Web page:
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NASA’s DART Mission

NASA’s DART Mission: Why in news?


NASA has confirmed that the collision of the auto-rickshaw sized 600 kilogram weighing DART, on the football stadium-sized Dimorphos, about five billion kilogram in mass (orbiting around the 780 metres wide primary asteroid Didymos), has deflected the trajectory of the pair of space rocks.


NASA’s DART Mission: Background


On September 27the DART (Double Asteroid Redirection Test) spacecraft collided with the space rock Dimorphos (just 160 metres wide).


NASA’s DART Mission: Introduction


  • To avert any future big asteroid collision with earth, NASA had been working to develop the capability to nudge an incoming asteroid to change its course.
  • In the last seven years, the American space agency spent millions on the mission, named Double Asteroid Redirection Test, or DART.
  • NASA wanted to see if the spacecraft’s impact can change the trajectory of an asteroid.


NASA’s DART Mission: When did a big asteroid hit the earth the last time?


  • The last time a big asteroid crossed the path with the earth was about 66-million years ago.
  • The impact was so devastating that it wiped out 70% of plants and several species, including the mighty dinosaurs.
  • Although chances of an asteroid that big hitting the earth again in near future are bleak, scientists don’t rule it out completely.
  • And the likelihood of smaller asteroids coming in earth’s way are much more. They can easily wipe-out a big city or even a state, if not a country.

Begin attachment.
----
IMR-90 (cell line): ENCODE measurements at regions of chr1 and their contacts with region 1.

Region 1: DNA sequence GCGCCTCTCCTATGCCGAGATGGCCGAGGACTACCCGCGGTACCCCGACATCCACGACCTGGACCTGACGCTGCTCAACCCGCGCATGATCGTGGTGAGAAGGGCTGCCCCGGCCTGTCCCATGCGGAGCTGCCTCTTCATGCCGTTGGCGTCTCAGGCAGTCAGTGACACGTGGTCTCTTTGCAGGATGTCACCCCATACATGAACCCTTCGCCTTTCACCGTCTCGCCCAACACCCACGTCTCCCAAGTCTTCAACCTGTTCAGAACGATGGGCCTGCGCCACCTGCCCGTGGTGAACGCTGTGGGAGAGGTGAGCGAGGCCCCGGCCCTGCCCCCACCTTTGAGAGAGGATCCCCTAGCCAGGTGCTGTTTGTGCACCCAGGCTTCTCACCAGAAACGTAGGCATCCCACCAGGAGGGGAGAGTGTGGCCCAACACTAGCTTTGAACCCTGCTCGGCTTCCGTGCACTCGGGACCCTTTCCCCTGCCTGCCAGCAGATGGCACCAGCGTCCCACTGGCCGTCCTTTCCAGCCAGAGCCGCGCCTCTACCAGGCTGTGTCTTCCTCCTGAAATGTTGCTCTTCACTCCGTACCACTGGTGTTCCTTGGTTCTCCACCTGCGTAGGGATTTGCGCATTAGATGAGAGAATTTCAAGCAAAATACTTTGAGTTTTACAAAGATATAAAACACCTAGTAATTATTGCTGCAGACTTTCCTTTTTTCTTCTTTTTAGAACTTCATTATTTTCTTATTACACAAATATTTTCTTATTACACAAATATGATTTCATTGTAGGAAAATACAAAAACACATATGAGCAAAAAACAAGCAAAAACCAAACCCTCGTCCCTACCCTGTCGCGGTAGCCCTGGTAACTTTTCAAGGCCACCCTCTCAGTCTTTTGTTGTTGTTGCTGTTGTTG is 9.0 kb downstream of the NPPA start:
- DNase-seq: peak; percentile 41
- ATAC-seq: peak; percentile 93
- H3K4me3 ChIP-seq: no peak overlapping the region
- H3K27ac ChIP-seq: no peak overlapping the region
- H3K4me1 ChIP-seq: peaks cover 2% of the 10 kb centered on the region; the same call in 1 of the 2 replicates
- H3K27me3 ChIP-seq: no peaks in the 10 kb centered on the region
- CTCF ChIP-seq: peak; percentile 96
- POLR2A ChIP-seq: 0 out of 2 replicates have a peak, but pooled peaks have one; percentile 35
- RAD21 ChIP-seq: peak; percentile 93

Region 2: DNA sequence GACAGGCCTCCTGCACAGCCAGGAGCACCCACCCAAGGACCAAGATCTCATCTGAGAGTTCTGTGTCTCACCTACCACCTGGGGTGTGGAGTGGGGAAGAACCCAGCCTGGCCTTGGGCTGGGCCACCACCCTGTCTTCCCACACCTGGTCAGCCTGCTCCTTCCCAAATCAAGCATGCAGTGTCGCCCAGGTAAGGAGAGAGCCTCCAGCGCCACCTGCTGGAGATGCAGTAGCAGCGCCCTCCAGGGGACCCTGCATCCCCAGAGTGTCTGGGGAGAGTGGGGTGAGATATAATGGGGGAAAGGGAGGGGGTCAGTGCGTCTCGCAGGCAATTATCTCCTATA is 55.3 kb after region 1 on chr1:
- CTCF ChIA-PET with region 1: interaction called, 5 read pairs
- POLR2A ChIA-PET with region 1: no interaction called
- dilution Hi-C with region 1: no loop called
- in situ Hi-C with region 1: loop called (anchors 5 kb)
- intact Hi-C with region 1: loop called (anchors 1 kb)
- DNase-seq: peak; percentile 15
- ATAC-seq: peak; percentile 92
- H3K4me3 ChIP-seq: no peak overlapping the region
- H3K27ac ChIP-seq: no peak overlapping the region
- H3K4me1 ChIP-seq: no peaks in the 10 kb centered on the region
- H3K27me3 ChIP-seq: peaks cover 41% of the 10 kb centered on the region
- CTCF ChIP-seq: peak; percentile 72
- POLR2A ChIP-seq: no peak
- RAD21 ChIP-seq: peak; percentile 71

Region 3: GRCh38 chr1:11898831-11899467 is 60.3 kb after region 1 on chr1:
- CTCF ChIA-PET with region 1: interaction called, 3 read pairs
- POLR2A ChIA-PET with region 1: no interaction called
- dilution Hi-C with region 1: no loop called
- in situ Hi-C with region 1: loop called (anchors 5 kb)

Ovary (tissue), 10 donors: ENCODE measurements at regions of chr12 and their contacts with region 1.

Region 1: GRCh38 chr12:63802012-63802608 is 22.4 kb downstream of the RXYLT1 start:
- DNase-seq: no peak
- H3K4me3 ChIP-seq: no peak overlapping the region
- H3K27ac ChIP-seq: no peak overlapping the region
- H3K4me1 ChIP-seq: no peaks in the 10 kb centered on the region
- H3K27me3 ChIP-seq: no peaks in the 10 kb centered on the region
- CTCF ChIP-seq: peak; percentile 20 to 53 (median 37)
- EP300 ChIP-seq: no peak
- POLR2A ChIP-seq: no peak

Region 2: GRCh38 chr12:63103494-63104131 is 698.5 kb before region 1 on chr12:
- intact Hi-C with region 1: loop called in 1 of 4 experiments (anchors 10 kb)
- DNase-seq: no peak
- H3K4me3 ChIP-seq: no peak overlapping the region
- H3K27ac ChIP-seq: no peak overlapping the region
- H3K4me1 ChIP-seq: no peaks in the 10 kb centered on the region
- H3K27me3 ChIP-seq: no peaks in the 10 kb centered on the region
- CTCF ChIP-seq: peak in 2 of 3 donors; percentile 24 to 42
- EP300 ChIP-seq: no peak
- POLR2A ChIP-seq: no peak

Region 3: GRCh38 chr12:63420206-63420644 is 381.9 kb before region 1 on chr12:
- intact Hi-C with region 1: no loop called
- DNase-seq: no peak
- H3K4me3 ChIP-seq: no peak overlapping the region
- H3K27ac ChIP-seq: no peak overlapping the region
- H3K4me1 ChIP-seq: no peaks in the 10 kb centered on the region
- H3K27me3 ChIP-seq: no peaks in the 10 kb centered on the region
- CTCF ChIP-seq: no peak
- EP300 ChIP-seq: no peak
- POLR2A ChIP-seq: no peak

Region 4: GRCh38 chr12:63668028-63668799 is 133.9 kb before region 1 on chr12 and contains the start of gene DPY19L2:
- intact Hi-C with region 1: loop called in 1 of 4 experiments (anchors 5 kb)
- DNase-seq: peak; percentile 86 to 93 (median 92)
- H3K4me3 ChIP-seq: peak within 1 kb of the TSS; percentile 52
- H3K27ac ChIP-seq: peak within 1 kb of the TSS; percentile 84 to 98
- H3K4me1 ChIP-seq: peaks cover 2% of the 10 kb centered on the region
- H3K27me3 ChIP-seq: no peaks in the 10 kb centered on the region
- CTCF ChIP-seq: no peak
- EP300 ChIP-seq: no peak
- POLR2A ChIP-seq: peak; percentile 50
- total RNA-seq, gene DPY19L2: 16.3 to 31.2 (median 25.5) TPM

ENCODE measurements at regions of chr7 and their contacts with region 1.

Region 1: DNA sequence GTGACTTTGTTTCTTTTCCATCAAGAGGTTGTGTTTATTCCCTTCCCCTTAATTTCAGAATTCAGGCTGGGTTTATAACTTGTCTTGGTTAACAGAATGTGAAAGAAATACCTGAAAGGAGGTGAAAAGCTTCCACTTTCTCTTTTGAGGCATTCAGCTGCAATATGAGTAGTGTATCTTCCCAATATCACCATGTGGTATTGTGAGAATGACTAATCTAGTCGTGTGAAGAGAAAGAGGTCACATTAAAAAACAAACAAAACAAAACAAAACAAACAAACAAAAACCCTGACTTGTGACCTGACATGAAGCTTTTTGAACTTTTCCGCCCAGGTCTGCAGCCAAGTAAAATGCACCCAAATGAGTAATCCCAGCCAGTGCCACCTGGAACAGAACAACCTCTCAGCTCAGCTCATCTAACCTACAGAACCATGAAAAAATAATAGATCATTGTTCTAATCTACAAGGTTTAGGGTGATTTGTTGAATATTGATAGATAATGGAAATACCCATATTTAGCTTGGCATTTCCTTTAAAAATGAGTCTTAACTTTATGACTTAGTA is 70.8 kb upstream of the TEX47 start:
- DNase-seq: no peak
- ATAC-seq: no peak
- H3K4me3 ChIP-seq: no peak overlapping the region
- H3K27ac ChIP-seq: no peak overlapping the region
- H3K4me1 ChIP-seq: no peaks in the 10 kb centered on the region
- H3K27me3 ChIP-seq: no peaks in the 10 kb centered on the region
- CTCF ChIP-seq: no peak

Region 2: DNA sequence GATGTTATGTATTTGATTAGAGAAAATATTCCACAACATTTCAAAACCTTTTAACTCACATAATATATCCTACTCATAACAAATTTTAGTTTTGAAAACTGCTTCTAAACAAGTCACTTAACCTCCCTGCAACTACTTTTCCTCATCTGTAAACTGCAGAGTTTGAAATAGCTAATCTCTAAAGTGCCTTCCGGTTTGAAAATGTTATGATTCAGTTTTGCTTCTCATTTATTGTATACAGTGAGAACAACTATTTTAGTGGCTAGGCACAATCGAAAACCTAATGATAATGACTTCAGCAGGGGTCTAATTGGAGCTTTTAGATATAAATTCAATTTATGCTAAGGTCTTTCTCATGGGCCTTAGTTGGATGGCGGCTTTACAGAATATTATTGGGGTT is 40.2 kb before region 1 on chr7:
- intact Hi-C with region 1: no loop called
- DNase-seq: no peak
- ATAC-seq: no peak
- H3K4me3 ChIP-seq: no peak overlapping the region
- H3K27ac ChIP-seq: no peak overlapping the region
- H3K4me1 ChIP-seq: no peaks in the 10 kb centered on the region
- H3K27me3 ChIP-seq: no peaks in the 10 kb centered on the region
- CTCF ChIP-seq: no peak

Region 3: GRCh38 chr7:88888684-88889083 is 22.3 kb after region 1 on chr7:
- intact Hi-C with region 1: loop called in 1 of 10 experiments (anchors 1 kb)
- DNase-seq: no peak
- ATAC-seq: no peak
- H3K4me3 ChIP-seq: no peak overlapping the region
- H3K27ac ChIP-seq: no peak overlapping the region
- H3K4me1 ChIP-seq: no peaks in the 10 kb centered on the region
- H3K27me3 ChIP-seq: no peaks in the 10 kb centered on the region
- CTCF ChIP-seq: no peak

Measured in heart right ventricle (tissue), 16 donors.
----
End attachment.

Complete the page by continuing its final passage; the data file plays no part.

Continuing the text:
NASA’s DART Mission: Key Points


  • The DART spacecraft was launched in November 2021 by a SpaceX rocket.
  • Travelling at a speed of 24,000 km per hour, the 570-kg spacecraft took almost ten months to reach the target, an asteroid named Dimorphos.
  • Dimorphous is about 170 meters in diameter and orbits a parent asteroid five times larger called Didymos, which is 10-km long. Both the asteroids don’t pose a threat to earth.
  • The NASA vehicle crashed into Dimorphos at a blistering speed of around 4 miles per second.
  • Mission control at the Johns Hopkins Applied Physics Laboratory (APL) in Maryland, announced the successful impact.
  • DART’s on-board camera livestreamed second-by-second images to the earth till it went blank due to the collision with the asteroid.


NASA’s DART Mission: Which technique did NASA use?


  • NASA undertook the ‘kick’ technique.
  • Compared to the massive Dimorphos, DART is a tiny Goliath.
  • Yet crashing at a breakneck speed of 23,760 kilometres per hour, the momentum is adequate to slash the angular momentum of Dimorphos, making it speed up and move closer to Didymos.
  • All of these reduce the orbital period and the time taken for the moonlet to go around the primary asteroid. The pair’s trajectory is thus deflected as the net result of these dynamics.
  • Consider it like this: a fast-moving moped slamming into a truck is sure to undergo a massive crash and burn, yet will veer the massive truck a bit. This is the essence of the ‘kick’ technique.


UPSC Current Affairs


NASA’s DART Mission: What are asteroids?


  • Leftover materials from the formation of the sun, earth and planets, through the accretion and agglomeration of giant gas and rocks, are scattered as comets, asteroids and meteoroids in the solar system.
  • Some of these cross their path and collide with earth from time to time, resulting in a spectacular meteor shower. Most rocks are so small that they burn up completely in the atmosphere due to frictional heating.
  • If they are large enough, the charred piece falls through as a meteorite.
  • The falling piece from a meteoroid 140 metres wide or more will be capable of completely wiping out a city.
  • The impact would be devastating if it was one or more kilometres wide.

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